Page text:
• Occupancy or Zoning Compliance Certificate - required on sale or substantial renovation of some apartment buildings
  • License to rent property - required in many suburbs but not in Chicago
  • Fines for infractions - almost unavoidable in Chicago, especially tickets for overflowing dumpsters at month end.
  • Bank Fees - at least 1 commercial account for operating expenses. Add another if you collect security deposits.
  • Evictions - about $1000 each, including filing fees, process servers and sheriff service. Not including lost rent.


There's also a lot of people who help run a big 30 unit courtyard building. While I included workman's comp expenses for 2 employees on the building above, there's also a lot of other people that need to get paid for helping out a landlord. Some of these are optional, and some definitely not necessary for our sample building - a vintage Ravenswood courtyard - but all worth considering.

  • Accountant - pretty much mandatory
  • Attorney - also mandatory, not only for evictions but for drafting leases and other general advice.
  • Leasing Agents - If you use outside agents, that's at least 1 month's rent plus fees every time an apartment turns over. If you have enough properties to keep your own leasing staff on payroll, the per-unit rental cost may go down but there's other concerns like advertising fees, increased Errors & Omissions insurance, real estate licenses and continuing education.
  • Handymen & women - You get what you pay for. Note that leasing and handyman services can be folded into one building superintendent, at the cost of some efficiency and possibly one unit's worth of rent if they live on site. An experienced landlord will have a whole list of handymen at different price points and skill levels, from low-grade custodians to a top-notch renovators.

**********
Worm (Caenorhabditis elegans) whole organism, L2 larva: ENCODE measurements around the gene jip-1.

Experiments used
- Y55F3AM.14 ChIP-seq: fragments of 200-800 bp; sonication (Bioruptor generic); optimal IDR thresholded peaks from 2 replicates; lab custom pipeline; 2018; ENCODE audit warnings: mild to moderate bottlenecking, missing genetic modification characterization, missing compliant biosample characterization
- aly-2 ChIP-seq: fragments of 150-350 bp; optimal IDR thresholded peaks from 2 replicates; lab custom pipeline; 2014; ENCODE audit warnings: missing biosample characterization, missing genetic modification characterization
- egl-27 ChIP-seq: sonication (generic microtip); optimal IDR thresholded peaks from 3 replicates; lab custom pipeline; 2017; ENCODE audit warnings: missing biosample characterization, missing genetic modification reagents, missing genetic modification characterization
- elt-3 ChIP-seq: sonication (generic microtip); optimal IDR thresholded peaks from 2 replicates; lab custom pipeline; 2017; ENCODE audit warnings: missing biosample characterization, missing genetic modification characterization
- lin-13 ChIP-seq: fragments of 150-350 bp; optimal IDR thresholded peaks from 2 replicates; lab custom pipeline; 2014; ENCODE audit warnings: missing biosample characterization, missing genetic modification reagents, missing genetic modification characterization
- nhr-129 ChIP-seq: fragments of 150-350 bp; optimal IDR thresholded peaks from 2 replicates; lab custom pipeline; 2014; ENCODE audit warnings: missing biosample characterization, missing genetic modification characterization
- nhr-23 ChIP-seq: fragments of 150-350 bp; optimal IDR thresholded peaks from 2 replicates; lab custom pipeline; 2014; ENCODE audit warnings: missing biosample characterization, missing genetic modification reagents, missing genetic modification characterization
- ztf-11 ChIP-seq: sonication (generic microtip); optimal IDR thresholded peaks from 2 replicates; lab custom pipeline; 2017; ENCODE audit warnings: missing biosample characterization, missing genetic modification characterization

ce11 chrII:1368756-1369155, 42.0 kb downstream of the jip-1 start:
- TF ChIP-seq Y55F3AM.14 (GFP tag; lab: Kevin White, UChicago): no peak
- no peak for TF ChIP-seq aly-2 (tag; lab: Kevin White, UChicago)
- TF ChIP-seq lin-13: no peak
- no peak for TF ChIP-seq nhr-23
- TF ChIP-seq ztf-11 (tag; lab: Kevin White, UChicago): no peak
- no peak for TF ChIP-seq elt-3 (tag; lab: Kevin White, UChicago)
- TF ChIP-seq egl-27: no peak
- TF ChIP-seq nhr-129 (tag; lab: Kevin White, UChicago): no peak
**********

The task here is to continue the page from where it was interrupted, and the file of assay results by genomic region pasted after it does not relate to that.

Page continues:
• Specialty repair (Heating & Cooling, Steam Boilers, Electricians & Plumbers) - must be licensed. These guys work at much higher hourly rates than your average handyman.
  • Landscaping & Snow Removal - you can do this yourself, but Chicago requires both to be completed to a certain standard.
  • Exterminators - some landlords make this a regular expense, others bring in spot treatment pest control as needed.
  • Major project contractors - repairing and replacing roofs, windows, gutters, siding, tuckpointing, parking lots, fences, porches, etc.
  • Door staff, Parking staff and Security Guards - Not required for our sample building but a luxury high rise building will have some or all of them.

Optional Add-ons

There's no end of service companies working to make a landlord's job easier, for a fee. Some include:

  • Professional Property Management - about 10% of the gross monthly rent, plus an additional annual fee.
  • Property Management Software - anywhere from free to thousands of dollars a month.
  • Credit Card Processing Fees - for landlords who allow online payments and credit card payments.
  • Laundry Maintenance - Collecting coins and servicing washers & dryers

You can see that once all of these additional unpredictable costs are added to the operating budget, you're going to eat through that extra $8000 in no time.

So what can you do? You can theoretically add on all kinds of luxuries, which will let you your asking prices. Of course, you can't raise the rent higher than the neighborhood incomes will support, so you don't want to go too far. At this point people simply will not pay $3000 to live in a vintage Ravenswood apartment no matter how much you gild the lily. Luxuries also require maintenance and regular replacement. Some of the luxuries that might be considered include:

  • Dishwashers
  • Microwaves
  • Ceiling Fans
  • Air Conditioners
  • In-unit washers & dryers
  • Roof decks
  • Fitness centers
  • Business centers
  • Party rooms

But even if you don't include luxuries, you can see that it takes a very savvy business mind and a lot of balancing to run an apartment building in a decent way, even in a reasonably good neighborhood. It's easy to see why 30 unit buildings are the domain of mostly mid to large sized property management companies who can distribute labor and unpredictable costs across multiple properties. It's also easy to see why a landlord might want to cut corners - after all, they got into the business to make money.

So cheers to the good guys out there who are dealing with all of these costs. Next time you feel absolutely sure that your landlord is spending all your rent money on a riverboat in Indiana, take another look at this list and reconsider. Maybe.

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Published by

Kay Cleaves